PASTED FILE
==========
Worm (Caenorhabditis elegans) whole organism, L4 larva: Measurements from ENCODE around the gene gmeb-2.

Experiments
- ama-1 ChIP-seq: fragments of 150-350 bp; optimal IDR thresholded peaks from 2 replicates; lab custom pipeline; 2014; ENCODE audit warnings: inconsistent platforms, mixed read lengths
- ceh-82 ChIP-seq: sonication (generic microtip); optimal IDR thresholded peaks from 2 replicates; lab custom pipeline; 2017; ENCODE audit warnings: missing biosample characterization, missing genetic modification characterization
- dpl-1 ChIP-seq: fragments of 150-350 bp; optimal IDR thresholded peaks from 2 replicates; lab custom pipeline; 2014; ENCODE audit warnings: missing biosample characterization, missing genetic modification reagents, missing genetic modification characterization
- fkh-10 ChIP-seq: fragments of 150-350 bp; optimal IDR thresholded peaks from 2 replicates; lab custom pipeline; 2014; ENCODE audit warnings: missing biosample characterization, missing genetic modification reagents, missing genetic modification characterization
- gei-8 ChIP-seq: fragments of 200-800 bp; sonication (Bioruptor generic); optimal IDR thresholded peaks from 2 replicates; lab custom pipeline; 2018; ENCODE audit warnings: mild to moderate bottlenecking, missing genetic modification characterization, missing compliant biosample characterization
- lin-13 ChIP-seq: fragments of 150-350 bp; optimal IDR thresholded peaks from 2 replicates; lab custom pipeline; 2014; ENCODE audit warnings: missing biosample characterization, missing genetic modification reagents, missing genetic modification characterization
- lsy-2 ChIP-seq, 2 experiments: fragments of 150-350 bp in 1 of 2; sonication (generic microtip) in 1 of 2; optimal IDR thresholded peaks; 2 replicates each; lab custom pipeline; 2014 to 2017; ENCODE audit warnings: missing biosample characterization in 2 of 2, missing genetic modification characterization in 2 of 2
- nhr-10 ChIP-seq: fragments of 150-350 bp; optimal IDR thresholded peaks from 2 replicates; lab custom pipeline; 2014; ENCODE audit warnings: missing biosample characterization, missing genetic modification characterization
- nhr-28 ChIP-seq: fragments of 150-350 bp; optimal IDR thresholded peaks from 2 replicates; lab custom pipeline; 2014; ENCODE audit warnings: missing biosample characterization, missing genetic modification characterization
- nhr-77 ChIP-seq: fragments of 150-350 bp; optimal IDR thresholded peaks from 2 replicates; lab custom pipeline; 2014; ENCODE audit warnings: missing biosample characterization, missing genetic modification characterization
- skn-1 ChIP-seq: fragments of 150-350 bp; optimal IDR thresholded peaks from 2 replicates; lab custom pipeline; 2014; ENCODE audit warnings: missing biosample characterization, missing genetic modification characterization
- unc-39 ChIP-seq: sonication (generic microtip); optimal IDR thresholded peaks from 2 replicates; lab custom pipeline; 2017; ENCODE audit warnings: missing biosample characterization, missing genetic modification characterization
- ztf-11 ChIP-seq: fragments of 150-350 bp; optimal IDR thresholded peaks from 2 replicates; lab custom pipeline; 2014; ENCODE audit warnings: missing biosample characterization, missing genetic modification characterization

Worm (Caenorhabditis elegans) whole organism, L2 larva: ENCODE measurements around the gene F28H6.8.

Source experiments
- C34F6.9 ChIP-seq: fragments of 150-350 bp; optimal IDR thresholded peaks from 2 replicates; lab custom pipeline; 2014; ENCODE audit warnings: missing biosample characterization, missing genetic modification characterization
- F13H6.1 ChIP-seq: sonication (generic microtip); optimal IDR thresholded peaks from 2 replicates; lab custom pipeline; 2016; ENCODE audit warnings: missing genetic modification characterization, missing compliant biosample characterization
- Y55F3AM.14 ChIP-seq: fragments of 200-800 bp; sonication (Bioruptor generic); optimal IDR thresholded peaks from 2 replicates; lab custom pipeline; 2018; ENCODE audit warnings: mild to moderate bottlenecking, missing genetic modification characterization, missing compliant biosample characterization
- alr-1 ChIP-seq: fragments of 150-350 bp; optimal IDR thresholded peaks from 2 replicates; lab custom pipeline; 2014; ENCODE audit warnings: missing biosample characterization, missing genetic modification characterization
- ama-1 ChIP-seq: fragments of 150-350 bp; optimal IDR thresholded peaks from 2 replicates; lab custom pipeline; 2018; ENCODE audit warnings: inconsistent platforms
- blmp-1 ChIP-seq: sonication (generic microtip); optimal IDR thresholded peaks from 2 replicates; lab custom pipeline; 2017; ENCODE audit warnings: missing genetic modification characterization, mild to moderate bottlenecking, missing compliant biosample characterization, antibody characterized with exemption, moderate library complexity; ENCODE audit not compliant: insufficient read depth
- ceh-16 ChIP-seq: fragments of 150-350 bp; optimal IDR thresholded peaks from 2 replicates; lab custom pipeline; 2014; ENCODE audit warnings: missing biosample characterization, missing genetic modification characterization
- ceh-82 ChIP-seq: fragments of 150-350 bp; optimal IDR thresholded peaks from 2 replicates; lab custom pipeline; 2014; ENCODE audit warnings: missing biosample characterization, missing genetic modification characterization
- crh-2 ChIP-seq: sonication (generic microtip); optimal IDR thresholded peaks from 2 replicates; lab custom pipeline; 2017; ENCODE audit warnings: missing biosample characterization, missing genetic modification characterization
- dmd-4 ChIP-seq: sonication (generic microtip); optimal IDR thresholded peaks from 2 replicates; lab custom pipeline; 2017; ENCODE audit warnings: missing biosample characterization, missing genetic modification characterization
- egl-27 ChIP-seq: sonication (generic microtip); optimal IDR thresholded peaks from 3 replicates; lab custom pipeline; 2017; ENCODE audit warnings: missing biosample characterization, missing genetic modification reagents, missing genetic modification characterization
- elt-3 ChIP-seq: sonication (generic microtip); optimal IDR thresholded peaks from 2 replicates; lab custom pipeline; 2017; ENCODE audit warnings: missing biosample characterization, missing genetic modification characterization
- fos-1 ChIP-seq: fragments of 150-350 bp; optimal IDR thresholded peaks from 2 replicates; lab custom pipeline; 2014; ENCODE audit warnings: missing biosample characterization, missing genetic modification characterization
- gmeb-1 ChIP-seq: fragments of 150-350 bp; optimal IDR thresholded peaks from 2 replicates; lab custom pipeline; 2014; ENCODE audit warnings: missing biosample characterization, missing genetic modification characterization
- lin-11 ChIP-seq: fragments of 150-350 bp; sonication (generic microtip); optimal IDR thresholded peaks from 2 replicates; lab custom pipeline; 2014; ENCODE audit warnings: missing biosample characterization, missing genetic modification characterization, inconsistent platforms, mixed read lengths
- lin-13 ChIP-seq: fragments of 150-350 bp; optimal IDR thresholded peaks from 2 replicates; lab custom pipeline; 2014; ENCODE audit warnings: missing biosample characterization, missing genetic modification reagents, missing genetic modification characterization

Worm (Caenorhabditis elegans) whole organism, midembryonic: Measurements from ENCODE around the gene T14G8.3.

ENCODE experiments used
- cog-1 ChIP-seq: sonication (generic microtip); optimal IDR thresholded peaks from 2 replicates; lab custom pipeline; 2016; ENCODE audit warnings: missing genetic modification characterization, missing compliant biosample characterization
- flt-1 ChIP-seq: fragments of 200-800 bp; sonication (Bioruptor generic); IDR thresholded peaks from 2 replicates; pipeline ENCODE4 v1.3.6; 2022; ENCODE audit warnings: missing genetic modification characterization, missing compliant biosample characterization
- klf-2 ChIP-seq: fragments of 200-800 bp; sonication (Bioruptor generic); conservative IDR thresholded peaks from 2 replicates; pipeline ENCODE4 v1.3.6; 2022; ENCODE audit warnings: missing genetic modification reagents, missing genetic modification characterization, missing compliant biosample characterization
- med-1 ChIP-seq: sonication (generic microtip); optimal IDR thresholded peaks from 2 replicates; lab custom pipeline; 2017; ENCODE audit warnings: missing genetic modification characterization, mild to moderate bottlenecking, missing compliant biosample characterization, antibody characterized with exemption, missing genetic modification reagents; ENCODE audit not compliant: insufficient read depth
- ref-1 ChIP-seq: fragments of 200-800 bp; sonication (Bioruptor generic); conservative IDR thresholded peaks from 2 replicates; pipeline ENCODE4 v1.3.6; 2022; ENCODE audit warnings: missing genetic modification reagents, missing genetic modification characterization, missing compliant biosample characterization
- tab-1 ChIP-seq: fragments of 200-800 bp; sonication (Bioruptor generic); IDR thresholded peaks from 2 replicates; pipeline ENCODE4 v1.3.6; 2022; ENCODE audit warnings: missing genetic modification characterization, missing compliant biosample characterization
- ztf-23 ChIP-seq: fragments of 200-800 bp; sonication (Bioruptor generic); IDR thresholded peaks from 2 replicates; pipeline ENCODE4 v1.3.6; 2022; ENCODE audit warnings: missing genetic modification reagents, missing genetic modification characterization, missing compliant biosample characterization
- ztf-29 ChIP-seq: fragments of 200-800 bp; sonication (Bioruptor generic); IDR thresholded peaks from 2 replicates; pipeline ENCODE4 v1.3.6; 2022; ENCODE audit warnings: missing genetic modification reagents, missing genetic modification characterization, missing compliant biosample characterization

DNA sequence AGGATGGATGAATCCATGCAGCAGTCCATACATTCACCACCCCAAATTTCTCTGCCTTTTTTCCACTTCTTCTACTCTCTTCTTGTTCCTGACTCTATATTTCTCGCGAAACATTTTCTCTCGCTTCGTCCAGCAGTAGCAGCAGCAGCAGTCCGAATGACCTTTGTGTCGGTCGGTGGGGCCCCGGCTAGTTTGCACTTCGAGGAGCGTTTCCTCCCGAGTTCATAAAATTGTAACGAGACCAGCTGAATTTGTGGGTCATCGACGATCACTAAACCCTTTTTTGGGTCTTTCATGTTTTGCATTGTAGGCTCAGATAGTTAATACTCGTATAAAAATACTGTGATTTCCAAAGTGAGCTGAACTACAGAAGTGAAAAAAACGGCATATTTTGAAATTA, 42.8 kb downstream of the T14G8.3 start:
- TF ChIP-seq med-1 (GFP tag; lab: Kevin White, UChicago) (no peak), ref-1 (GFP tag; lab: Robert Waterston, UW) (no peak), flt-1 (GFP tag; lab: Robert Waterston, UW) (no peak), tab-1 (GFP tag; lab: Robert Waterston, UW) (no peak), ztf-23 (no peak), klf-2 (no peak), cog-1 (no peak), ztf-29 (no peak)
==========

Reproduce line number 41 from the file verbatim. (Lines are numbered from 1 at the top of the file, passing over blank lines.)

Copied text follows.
- tab-1 ChIP-seq: fragments of 200-800 bp; sonication (Bioruptor generic); IDR thresholded peaks from 2 replicates; pipeline ENCODE4 v1.3.6; 2022; ENCODE audit warnings: missing genetic modification characterization, missing compliant biosample characterization